Cyberduck Mountain Duck CLI

Version 4 (modified by dkocher, on Apr 14, 2021 at 2:25:50 PM) (diff)

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Cyberduck Help / Howto / Cryptomator / Architecture

Encryption Security Architecture

Please refer to Cryptomator security overview for more details.

Masterkey

Each vault has its own 256 bit encryption as well as MAC masterkey used for encryption of file specific keys and file authentication, respectively. Both keys are encrypted using RFC 3394 key wrapping with a KEK derived from the user's password using scrypt.

The wrapped keys (with some additional metadata) are remotely stored in a JSON file named masterkey.cryptomator located in the root directory of a vault.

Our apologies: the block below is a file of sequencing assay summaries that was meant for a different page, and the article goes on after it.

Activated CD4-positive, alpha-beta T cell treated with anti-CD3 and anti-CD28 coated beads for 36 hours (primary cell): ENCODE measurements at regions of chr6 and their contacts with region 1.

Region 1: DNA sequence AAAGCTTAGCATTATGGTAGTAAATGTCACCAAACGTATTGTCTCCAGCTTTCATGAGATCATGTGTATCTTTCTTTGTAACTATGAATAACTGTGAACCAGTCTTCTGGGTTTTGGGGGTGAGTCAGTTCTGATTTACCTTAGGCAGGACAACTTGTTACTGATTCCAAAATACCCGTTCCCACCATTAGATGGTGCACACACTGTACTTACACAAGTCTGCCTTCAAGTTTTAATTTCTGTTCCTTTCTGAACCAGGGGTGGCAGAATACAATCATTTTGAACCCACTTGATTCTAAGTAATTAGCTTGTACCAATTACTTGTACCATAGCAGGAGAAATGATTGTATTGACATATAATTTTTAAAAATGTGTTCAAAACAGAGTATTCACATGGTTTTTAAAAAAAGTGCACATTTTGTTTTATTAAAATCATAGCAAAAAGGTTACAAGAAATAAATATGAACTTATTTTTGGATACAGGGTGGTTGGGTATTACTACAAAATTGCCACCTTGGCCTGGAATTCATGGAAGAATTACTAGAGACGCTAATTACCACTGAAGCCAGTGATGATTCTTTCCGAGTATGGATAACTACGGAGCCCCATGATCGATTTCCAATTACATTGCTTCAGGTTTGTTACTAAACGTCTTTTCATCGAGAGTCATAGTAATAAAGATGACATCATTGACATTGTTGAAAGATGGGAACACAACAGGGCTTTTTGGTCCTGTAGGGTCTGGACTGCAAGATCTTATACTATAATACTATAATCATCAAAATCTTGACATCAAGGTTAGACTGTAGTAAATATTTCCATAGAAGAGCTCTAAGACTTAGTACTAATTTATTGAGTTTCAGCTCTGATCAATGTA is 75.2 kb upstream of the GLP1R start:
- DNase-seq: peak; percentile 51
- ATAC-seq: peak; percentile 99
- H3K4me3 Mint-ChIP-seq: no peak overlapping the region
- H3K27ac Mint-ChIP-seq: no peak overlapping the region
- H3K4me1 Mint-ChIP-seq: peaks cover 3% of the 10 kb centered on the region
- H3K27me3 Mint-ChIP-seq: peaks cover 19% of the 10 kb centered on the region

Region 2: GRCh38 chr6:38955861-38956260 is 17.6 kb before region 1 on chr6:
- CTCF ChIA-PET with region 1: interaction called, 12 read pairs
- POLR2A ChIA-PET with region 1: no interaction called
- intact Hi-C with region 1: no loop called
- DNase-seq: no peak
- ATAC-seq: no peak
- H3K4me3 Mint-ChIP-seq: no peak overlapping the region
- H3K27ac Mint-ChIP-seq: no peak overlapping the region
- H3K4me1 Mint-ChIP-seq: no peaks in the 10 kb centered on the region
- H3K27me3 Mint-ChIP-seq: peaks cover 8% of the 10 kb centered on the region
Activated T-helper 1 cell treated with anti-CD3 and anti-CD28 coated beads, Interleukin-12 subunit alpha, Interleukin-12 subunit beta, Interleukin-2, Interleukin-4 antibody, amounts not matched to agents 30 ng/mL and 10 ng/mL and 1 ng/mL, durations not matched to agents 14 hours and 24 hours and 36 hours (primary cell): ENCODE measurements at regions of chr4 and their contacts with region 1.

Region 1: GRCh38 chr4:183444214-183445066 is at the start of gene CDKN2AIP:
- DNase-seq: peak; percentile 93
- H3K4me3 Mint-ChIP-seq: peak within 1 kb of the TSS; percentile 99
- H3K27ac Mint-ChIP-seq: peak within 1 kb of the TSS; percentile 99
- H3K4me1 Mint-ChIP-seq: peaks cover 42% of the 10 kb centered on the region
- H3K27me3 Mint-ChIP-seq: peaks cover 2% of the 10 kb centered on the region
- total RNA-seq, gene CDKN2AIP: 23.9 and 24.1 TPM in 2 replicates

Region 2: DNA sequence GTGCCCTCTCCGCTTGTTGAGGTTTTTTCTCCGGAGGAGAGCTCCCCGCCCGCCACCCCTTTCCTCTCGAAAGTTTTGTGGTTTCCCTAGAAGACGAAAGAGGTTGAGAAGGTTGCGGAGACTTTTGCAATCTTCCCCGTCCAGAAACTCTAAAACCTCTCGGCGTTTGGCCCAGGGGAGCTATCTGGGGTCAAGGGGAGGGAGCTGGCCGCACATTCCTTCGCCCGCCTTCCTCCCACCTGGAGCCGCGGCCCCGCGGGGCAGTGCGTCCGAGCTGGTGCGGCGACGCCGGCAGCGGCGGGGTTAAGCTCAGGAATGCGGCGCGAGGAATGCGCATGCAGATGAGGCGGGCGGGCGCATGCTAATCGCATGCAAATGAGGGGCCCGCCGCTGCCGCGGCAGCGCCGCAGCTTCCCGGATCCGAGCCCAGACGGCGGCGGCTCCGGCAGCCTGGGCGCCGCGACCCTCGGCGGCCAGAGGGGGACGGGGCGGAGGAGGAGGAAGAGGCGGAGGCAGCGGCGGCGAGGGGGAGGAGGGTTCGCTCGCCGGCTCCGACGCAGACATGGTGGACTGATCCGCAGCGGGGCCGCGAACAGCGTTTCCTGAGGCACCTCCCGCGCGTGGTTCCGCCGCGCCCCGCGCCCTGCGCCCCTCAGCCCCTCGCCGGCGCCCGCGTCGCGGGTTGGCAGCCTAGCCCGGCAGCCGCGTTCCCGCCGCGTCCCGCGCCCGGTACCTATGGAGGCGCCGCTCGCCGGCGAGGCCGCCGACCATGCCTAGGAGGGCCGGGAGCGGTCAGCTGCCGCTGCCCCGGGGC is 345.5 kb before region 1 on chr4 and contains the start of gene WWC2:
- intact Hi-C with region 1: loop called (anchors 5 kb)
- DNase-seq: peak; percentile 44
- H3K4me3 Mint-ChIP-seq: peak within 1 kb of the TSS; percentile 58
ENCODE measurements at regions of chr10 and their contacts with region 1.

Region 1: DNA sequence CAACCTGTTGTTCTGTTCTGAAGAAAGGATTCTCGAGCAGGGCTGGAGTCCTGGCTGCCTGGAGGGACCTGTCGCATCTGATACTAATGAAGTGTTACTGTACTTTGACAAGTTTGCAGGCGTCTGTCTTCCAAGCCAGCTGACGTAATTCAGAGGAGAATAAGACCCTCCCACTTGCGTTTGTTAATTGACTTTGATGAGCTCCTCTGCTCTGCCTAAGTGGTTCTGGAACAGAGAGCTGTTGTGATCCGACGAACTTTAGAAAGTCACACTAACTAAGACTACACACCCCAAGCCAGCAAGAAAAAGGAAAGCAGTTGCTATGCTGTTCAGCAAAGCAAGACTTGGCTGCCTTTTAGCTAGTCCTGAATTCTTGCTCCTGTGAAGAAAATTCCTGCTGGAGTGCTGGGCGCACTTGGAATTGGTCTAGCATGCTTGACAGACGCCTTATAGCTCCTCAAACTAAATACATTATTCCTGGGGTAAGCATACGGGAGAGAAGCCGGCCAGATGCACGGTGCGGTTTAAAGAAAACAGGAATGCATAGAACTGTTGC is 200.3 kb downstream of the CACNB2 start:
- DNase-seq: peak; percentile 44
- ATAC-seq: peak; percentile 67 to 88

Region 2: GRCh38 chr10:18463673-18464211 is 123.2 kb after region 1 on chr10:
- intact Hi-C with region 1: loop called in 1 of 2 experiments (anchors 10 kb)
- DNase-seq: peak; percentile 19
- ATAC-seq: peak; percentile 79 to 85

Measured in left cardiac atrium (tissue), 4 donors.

Filename Encryption

Cryptomator uses AES-SIV to encrypt file as well as directory names. Additionally to the name, a unique directory ID of its parent directory is passed as associated data. This prevents undetected moving of files between directories.

File Header Encryption

The file header stores certain metadata, which is needed for file content encryption. It consists of 88 bytes.

  • 16 bytes nonce used during header payload encryption
  • 40 bytes AES-CTR encrypted payload consisting of:
  • 8 bytes filled with 1 for future use (formerly used for file size)
  • 32 bytes file content key
  • 32 bytes header MAC of the previous 56 bytes

File Content Encryption

The cleartext is broken down into multiple chunks, each up to 32 KiB + 48 bytes consisting of:

  • 16 bytes nonce
  • up to 32 KiB encrypted payload using AES-CTR with the file content key
  • 32 bytes MAC of
    • file header nonce (to bind this chunk to the file header)
    • chunk number as 8 byte big endian integer (to prevent undetected reordering)
    • nonce
    • encrypted payload

References